FAQ: Is Honey, Agave, Maple Syrup, or Coconut Sugar Better than Regular Sugar?
FAQs - Did You Know? Nutrition
Morgan Medeiros MSc
January 9, 2018

better than regular sugarFan of the sweet stuff? You’re not alone: the average American consumes 20 teaspoons of sugar a day (compare that to the recommended 6 teaspoons/day!)

Although it’s easy to assume that you’re not among the millions of consumers overdoing it on added sugars, the reality is that most of us are- we just don’t realize it.

That’s because most sugars are hidden- they’re not in the obvious things like soda, candy, or desserts. They’re also in packaged and processed foods like bread, pasta sauce, and salad dressing, and in restaurant dishes, beverages, and foods with “health halos”- like honey and agave, for example.

While many consumers believe that coconut sugar, honey, agave, or other “raw” sweetener is more natural than typical cane sugar, there’s not much unnatural about the plain old white stuff.

Furthermore, all sugars and sweeteners are nearly identical nutritionally- even the much-vilified high fructose corn syrup. And they all elicit the same effect in the body- in other words, they all have the same effect on weight outcomes.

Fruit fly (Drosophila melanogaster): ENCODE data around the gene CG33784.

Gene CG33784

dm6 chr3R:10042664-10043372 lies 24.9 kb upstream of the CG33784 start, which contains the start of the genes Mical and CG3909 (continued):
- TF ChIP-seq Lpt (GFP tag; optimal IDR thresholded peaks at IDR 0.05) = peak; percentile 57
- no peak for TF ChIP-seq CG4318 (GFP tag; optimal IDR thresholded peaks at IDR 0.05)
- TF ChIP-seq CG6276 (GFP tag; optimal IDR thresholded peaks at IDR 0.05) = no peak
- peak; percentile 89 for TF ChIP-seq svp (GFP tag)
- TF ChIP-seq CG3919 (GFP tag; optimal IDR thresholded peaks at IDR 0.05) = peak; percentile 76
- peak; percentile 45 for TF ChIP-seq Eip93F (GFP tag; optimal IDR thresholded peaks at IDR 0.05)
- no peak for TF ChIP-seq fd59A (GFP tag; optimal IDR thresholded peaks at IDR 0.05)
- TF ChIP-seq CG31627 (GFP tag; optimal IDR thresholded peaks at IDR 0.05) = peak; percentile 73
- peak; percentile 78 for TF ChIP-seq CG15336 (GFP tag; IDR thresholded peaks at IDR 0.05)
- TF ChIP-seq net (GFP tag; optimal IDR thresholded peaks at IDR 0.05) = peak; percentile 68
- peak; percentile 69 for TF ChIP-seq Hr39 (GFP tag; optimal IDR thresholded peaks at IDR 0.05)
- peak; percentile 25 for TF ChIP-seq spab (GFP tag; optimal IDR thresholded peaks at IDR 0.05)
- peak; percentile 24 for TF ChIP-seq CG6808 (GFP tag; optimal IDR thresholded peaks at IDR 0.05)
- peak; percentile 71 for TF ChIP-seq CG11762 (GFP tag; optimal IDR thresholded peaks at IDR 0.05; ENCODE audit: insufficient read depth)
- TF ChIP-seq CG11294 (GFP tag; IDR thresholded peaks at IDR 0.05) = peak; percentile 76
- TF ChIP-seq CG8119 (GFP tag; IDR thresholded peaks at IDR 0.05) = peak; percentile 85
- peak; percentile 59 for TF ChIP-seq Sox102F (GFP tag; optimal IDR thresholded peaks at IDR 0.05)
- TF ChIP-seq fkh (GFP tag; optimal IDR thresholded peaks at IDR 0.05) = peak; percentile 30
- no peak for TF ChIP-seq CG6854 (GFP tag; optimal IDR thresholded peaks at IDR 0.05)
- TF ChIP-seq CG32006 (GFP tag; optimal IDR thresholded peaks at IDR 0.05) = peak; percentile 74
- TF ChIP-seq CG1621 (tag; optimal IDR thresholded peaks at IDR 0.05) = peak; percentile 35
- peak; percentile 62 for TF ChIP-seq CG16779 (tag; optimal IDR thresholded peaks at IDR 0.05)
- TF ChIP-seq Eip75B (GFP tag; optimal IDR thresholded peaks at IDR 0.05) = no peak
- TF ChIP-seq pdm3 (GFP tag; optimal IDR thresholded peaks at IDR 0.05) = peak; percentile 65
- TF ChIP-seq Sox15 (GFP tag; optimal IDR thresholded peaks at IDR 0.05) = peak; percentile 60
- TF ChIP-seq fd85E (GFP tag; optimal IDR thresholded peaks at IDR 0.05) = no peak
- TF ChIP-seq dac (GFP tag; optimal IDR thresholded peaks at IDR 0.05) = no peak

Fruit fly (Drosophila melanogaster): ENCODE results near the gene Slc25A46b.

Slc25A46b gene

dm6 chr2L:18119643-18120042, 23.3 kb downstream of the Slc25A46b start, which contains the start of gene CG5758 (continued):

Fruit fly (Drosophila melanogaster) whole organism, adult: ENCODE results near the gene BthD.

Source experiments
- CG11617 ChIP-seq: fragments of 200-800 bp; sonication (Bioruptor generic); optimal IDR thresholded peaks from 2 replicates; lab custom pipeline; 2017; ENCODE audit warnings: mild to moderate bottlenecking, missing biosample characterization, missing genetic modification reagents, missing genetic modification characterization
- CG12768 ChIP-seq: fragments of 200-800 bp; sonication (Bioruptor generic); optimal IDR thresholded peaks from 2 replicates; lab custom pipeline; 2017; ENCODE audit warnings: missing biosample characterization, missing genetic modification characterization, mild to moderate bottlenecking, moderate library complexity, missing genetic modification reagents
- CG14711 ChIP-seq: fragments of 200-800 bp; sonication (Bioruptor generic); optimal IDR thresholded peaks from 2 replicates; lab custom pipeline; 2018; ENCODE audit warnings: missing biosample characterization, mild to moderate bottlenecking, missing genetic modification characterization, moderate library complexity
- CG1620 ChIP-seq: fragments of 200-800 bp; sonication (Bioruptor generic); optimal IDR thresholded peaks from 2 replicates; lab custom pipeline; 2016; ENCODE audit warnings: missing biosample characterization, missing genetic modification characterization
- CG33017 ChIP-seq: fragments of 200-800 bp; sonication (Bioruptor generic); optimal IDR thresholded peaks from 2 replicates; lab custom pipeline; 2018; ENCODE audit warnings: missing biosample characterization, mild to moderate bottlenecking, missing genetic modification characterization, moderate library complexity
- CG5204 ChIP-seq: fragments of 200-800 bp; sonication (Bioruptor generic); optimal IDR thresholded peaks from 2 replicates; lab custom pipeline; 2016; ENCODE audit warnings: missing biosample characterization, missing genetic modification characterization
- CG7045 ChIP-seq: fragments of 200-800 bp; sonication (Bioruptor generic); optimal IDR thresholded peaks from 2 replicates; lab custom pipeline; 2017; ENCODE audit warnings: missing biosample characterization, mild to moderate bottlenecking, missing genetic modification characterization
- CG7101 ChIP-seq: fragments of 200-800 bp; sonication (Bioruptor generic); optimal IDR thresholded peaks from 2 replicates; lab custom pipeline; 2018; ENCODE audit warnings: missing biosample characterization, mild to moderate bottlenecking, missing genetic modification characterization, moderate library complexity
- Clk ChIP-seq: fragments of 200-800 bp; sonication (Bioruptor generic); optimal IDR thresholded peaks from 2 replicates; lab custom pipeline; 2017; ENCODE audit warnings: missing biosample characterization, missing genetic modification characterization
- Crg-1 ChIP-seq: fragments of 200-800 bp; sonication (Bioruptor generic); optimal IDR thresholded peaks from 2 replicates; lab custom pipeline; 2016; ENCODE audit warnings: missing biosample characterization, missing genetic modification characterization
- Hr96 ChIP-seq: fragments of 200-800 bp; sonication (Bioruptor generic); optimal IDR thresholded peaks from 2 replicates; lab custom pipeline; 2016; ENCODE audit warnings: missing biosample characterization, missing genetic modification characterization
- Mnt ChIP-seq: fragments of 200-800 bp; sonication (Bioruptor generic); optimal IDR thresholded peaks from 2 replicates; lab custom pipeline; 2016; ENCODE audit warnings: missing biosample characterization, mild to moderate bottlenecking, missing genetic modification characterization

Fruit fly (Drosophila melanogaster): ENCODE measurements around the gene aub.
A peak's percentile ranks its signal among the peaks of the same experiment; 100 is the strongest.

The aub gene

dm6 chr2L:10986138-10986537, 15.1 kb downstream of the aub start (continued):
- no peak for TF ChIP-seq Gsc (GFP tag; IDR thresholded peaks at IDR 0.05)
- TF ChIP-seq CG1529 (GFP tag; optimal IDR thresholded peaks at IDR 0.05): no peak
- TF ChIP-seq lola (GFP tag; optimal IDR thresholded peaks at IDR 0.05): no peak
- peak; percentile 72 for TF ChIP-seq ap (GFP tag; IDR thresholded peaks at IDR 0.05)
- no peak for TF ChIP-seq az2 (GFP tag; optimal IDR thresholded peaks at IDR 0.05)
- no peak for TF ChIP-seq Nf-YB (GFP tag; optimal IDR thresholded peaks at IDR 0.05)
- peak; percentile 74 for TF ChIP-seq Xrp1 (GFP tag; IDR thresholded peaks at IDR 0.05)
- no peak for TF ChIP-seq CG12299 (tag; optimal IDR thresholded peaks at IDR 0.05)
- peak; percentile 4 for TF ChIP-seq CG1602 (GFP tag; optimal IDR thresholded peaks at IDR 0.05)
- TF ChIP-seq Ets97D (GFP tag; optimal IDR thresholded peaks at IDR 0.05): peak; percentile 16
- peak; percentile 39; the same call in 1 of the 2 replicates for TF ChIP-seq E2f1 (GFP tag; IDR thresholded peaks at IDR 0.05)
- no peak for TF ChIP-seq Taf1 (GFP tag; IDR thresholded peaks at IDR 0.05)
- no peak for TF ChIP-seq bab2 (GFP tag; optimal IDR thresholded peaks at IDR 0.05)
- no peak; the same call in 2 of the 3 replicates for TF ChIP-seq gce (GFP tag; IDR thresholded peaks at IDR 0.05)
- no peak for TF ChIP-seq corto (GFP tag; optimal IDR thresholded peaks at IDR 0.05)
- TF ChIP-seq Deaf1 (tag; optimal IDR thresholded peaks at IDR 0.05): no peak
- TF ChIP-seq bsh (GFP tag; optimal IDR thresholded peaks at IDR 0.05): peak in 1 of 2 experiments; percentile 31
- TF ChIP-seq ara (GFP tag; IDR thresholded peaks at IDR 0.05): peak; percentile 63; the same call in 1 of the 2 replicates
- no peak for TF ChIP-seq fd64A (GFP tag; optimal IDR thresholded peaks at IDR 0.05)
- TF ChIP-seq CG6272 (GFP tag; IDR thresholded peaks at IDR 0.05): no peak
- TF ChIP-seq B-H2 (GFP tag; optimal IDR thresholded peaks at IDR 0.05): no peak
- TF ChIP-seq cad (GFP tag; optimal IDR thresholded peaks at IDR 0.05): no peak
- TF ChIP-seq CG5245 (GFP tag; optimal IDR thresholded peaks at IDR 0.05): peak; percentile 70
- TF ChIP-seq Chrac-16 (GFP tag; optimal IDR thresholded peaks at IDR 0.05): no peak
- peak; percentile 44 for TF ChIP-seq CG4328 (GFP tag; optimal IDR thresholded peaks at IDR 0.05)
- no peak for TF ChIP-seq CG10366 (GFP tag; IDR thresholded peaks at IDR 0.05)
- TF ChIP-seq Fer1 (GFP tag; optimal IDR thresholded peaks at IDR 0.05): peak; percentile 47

While weight outcomes are adversely affected by high sugar consumption, eating and drinking too much sugar can adversely affect health and mortality even in the absence of excess weight. In other words, even if you’re not overweight, you’re not off the hook: eating too much sugar increases the risk for cardiovascular disease, Type II diabetes, nonalcoholic fatty liver disease, and other metabolic conditions.

Regardless of your preferred sweetener source, limit added sugars to 6 tsp or 25 grams per day.

Morgan Medeiros is a certified nutritionist, holding a both a Bachelor and Master’s Degree in Clinical Nutrition. Morgan completed her undergraduate education at Central Washington University, and her graduate education at Northeastern University. During her time as a graduate student, Morgan focused her area of expertise in health education, weight management, and behavioral change. Morgan has experience working in areas of nutritional neuroscience and disease prevention, obesity prevention, and weight loss. Morgan also works in areas of nutritional analysis and menu labeling for restaurants, where she is able to creatively bridge her interest in food culture and health education. In her free time, Morgan enjoys traveling, reading, writing, running, and spending time with her family and friends (including- most importantly- her dog, Clyde).

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